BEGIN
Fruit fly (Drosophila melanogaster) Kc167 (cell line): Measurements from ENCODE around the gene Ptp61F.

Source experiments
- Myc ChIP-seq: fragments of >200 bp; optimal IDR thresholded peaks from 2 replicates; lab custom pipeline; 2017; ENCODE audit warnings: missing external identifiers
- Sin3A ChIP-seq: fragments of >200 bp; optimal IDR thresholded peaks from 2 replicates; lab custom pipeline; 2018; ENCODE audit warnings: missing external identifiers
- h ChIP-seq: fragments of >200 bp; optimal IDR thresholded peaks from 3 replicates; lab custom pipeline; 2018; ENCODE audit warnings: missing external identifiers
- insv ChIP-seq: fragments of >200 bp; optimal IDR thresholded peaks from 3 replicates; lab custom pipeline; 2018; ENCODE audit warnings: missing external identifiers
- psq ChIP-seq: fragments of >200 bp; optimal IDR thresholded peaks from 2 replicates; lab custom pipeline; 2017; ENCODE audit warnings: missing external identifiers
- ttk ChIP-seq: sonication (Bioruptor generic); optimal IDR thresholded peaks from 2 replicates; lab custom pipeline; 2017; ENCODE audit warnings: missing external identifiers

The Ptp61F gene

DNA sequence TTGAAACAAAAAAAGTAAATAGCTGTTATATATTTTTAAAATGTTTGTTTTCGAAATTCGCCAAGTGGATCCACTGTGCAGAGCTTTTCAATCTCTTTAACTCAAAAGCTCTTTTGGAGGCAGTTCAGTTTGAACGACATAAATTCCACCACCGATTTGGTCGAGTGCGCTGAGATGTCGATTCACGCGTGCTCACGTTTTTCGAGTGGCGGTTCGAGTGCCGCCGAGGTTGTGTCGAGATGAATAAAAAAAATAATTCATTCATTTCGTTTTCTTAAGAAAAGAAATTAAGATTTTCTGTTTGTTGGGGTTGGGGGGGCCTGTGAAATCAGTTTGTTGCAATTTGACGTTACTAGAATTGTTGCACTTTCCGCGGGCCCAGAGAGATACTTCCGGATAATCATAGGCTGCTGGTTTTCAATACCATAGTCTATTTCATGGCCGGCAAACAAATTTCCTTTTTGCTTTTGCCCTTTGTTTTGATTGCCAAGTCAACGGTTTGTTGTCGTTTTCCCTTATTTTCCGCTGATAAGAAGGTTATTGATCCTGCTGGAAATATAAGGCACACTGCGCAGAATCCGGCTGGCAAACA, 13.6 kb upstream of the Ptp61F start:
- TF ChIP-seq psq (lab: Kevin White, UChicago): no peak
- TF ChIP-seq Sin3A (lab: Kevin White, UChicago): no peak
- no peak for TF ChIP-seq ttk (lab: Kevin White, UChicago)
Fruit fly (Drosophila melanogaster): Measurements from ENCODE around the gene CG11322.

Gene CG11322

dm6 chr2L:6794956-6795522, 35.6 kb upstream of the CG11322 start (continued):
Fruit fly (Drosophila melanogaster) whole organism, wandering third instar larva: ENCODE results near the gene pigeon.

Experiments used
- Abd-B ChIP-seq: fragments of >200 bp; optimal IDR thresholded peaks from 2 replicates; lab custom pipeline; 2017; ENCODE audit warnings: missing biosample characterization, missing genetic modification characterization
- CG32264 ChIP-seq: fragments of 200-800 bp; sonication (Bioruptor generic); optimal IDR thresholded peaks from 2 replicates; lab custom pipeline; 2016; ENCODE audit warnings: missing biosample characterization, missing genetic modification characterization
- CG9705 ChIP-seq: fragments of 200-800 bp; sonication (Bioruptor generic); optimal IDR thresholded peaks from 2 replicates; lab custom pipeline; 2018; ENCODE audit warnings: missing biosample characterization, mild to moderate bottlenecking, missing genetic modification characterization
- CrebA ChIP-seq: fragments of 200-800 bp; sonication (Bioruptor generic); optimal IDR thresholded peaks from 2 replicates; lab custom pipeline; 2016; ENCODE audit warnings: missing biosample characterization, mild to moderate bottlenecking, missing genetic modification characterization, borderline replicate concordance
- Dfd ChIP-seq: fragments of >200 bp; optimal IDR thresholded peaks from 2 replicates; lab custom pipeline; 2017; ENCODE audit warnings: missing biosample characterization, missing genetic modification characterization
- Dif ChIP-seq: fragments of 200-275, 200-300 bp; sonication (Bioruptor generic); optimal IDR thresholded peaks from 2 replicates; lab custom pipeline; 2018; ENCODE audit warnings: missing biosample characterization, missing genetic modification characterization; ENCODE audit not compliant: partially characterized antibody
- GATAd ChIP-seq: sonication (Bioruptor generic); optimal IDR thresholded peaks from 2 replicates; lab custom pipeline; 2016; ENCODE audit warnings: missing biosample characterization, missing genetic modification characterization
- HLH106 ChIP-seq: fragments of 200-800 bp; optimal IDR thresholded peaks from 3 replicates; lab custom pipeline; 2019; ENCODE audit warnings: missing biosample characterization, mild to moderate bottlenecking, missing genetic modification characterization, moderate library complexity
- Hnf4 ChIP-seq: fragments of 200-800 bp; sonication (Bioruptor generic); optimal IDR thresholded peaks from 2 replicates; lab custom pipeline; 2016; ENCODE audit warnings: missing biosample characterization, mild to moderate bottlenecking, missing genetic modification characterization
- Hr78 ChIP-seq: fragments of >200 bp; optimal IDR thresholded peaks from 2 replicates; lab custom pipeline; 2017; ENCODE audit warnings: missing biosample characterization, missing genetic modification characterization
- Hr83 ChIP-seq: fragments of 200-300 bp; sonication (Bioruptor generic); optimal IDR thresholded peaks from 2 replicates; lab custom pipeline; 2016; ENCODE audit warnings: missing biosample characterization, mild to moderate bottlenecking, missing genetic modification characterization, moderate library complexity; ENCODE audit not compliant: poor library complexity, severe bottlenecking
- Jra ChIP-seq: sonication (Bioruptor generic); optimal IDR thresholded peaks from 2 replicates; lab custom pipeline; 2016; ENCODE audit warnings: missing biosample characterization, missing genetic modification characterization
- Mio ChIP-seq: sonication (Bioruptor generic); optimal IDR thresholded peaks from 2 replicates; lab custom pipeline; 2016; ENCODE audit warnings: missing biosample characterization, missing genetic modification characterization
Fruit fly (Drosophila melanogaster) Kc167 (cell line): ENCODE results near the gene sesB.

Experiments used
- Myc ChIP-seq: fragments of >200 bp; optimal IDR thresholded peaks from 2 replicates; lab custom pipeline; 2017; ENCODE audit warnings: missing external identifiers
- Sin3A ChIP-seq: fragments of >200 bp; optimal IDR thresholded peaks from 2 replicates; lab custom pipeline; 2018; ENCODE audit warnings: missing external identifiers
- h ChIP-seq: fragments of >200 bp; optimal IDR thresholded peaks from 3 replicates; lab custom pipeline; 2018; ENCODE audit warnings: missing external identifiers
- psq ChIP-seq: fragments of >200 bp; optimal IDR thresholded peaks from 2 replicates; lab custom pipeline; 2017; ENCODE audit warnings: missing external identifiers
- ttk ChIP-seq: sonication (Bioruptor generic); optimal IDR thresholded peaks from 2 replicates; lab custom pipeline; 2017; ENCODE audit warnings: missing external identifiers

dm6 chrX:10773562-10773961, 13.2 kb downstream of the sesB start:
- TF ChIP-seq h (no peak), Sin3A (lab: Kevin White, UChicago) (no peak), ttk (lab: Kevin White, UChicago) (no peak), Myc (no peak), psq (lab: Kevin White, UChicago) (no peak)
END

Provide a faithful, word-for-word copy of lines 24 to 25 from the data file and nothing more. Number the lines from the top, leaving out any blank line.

- Dif ChIP-seq: fragments of 200-275, 200-300 bp; sonication (Bioruptor generic); optimal IDR thresholded peaks from 2 replicates; lab custom pipeline; 2018; ENCODE audit warnings: missing biosample characterization, missing genetic modification characterization; ENCODE audit not compliant: partially characterized antibody
- GATAd ChIP-seq: sonication (Bioruptor generic); optimal IDR thresholded peaks from 2 replicates; lab custom pipeline; 2016; ENCODE audit warnings: missing biosample characterization, missing genetic modification characterization